In February, the Georgia Supreme Court upheld a voter referendum that prevented the county from spending more money on a spaceport in Camden County, southeast Georgia. Spaceport Camden rendering
In the year since Camden County residents overwhelmingly voted against local rocket launches, county officials have spent hundreds of thousands of dollars trying to revive lofty plans to transform the region into Georgia’s space coast.
A Georgia Supreme Court ruling in February upholding county residents’ rights to reign in unpopular government decisions ended supporters’ hopes of building a spaceport in southeast Georgia.
Camden County’s legal fees continued to mount as it appealed the case up to the state’s highest court in an attempt to overturn a March 2022 vote prohibiting the county from completing a $4.8 million real estate deal for the planned launch site.
The county also needed attorneys to defend itself in its long-running fight to keep spaceport spending details from the public.
A Camden County grand jury subpoena in February and a letter from the state attorney general helped spur hundreds of spaceport documents to get uploaded to the county website.
In the early stages of the county’s spaceport push, Camden resident Steve Weinkle was among the project’s biggest supporters. He wanted to watch rocket launches on his back porch while having parties. But his excitement waned as county commissioners kept spending money trying to secure federal permission to launch rockets near Cumberland Island.
Among the questionable expenses was the $51,000 spent on a fire risk assessment based on a nonexistent rocket, Weinkle said.
“After the Supreme Court ruled in February of this year, there shouldn’t have been any invoices,” he said. “The fact is, we’re not even seeing the full scope. These documents, which are being peddled out now over a period of months keep raising suspicions about why they were so persistent.”
Several attempts by the Georgia Recorder to get a response to the criticism from the Camden County administrator and commission chairman were unsuccessful. Currently, Camden County is fighting to recoup nearly $1 million it paid in advance for a purchase agreement with Union Carbide for land to use for the proposed spaceport.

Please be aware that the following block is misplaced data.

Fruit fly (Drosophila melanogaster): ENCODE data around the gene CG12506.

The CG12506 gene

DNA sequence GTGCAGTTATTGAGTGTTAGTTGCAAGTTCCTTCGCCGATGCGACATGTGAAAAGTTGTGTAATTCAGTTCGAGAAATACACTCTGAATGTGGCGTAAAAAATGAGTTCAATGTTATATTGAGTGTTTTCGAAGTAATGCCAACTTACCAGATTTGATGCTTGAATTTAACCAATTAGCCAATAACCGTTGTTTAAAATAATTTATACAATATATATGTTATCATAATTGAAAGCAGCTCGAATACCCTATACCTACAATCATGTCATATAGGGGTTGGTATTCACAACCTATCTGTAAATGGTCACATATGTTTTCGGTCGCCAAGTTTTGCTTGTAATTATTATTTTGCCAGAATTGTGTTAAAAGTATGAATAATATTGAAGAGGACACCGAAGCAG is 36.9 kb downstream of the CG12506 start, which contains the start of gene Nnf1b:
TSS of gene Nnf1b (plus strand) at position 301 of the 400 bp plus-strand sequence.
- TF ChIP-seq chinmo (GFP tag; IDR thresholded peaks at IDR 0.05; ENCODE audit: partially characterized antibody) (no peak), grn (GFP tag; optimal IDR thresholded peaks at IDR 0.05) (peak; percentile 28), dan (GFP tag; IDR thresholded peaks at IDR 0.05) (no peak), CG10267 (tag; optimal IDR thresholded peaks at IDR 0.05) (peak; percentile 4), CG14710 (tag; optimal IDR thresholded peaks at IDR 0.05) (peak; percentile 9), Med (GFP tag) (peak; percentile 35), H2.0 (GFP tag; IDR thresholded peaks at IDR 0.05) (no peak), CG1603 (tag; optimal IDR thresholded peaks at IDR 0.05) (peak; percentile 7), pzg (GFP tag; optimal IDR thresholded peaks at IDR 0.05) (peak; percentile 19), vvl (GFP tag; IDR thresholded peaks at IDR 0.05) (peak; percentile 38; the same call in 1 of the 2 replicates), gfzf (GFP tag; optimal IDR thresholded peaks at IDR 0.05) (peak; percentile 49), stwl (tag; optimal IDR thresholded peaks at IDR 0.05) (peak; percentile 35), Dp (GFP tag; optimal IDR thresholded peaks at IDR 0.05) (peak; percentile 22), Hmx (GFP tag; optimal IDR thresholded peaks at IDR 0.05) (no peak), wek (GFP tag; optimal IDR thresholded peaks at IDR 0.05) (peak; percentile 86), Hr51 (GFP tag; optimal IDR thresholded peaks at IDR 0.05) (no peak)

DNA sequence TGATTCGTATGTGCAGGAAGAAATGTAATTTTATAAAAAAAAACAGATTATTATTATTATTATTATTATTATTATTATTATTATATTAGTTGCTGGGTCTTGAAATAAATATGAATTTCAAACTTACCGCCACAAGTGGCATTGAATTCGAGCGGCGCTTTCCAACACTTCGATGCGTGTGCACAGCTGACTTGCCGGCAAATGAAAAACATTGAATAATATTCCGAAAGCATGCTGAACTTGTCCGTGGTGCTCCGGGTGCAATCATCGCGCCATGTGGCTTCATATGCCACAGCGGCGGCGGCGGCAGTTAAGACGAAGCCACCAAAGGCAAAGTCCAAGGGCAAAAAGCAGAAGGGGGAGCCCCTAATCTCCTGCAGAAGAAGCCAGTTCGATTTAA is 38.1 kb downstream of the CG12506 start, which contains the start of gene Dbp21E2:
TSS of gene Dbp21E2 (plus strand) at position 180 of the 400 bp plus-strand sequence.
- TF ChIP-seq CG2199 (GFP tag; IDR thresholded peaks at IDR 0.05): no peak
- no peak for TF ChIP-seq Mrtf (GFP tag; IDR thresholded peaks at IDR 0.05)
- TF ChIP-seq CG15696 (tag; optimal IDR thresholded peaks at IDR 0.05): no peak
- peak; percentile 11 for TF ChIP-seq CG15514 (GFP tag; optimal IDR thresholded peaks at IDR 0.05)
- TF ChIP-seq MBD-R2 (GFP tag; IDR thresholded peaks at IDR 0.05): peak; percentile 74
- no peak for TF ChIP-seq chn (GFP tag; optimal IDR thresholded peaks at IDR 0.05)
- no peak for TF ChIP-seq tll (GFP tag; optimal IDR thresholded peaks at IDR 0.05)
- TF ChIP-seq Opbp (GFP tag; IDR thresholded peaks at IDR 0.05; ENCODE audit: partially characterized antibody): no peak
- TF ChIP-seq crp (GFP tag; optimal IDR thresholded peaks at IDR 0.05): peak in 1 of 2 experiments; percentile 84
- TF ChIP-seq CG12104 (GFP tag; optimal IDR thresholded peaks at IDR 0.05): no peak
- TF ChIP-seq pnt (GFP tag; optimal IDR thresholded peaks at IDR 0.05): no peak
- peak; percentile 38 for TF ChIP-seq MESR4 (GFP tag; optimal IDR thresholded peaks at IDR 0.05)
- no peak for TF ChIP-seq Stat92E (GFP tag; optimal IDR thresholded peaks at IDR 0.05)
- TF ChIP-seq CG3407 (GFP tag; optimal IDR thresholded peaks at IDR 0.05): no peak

Union Carbide filed a motion last week seeking to dismiss the Camden complaint about the contract it gave for exclusive rights to purchase the property where county leaders initially envisioned launching rockets as tall as the 230-foot SpaceX Falcon 9 into the stratosphere.
Attorneys for Camden argue that the county should be reimbursed for the $960,000 it has paid since 2015 after Union Carbide announced that it would not extend the option agreement for a fourth time.
“The county cites no legal authority to support its claim that a party must refund a county government’s lawful payments under a contract if the county repeals its prior approval of the contract and payments years later,” Union Carbide attorneys said in the legal motion.
Spaceport invoices unveil years of spending
Newly published spaceport invoices reveal millions of dollars spent since 2015 applying for a FAA license, as well as costs for attorneys, consultants, and other experts.
However, when the spaceport’s bottom line exceeded $10 million, a group of concerned residents managed to gather enough signatures to put the project up to the will of the voters.
The critics used a rarely invoked state law to force a referendum. Seventy-two percent of voters supported the binding resolution to prohibit the county from buying property to build the spaceport.
In spite of objections from residents, Camden officials continued to rack up more legal fees in its attempt to overturn the referendum results.